• Thus, x = 6 or 8

Therefore, Statement 1 is NOT sufficient to arrive at a unique answer

Analysing Statement 2
“Area of the rectangle = 48”
    • Implies, x*w = 48
      o \(w = \frac{48}{x}\) ……... (3)
    • Substituting (3) in (1), we get,
      o \(x^2 + (\frac{48}{x})^2 = 100\)
      o \((x + \frac{48}{x})^2 – 2*x*\frac{48}{x} = 100\)
      o \((x + \frac{48}{x})^2 = 196\)
      o Implies, \((x + \frac{48}{x}) = 14\)
      o \(x^2 - 14x + 48 = 0\)
    • Thus, x = 6 or 8

Therefore, Statement 2 is NOT sufficient to arrive at a unique answer

Combining Both Statements
    • From Statement 1, we got, x = 6 or 8
    • From Statement 2, we got, x = 6 or 8
    • Combining both, we get, x = 6 or 8

Therefore, both statements TOGETHER are NOT sufficient to arrive at a unique answer

Hence, the correct answer is option E.

Answer: E

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In the rectangle shown, if d = 10, what is x? (1) The perimeter of  [#permalink]

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New post 19 Sep 2018, 02:56
Hi,

Its a 30-sec question, if we know the common pythogorean triplets asked in GMAT

Question: What is x ?

Given, it is a rectangle, so each vertex angle is 90 degree and also it is given that diagonal d = 10.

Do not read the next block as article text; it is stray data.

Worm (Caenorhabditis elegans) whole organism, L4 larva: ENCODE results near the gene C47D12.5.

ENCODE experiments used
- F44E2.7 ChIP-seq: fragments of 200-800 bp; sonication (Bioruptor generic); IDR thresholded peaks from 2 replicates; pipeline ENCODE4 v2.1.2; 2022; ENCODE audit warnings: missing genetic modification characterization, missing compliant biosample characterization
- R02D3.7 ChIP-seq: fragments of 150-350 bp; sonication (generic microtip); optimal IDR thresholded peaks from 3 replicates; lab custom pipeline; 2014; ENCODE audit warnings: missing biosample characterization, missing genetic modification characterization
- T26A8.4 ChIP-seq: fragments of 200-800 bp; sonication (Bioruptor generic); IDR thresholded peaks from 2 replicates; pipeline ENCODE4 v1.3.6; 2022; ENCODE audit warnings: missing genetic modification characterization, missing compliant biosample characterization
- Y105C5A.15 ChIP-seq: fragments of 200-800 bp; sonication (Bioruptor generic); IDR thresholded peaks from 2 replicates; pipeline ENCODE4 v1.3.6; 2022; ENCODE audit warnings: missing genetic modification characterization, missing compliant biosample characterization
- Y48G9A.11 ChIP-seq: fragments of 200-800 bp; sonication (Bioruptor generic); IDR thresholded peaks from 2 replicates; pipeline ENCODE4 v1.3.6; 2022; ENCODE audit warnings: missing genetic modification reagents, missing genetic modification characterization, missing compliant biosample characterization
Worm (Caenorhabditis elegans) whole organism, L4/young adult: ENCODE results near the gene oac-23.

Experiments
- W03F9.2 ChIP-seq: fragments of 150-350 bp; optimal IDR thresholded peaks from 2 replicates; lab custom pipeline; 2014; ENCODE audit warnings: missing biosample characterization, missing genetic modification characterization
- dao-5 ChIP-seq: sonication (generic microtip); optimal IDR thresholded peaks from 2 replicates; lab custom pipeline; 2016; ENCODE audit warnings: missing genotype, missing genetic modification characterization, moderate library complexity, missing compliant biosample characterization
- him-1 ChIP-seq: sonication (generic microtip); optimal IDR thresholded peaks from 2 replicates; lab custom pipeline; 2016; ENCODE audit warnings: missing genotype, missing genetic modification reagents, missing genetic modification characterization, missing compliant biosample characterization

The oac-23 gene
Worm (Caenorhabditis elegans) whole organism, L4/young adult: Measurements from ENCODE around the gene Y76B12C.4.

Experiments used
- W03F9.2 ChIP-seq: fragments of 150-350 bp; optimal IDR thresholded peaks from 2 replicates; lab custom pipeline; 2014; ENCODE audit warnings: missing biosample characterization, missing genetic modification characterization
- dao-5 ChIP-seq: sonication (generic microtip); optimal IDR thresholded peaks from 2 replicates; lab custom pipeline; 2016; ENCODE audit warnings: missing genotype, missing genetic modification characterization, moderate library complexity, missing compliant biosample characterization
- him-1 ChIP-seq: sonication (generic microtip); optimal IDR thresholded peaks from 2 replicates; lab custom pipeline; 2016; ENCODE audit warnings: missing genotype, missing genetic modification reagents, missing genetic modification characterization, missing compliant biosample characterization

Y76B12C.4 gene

Since the questions is a Value DS question, we no need to do the algebra here, we just need to know the common pythogorean triplets.

6 – 8 – 10 is a very common pythogorean triplet, similarly 3 – 4 -5 , 12 – 5 -13 are common pythogorean triplets asked in GMAT.

So here,

x can be 6 and w can be 8 or

x can be 8 and w can be 6.

So there are two values of x.

Statement I is insufficient:

The perimeter of the rectangle is 28.

i.e., 2*(x+w) = 28

x+w = 14

Same reasoning,

x can be 6 and w can be 8 or

x can be 8 and w can be 6.

So not sufficient.

Statement II is insufficient:

The area of the rectangle is 48

i.e., x * w = 48

Same reasoning here too,

x can be 6 and w can be 8 or

x can be 8 and w can be 6.

Together also, same thing x can be 6 or 8. So not sufficient.

So the answer is E.
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Re: In the rectangle shown, if d = 10, what is x? (1) The perimeter of  [#permalink]

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New post 21 Sep 2018, 04:51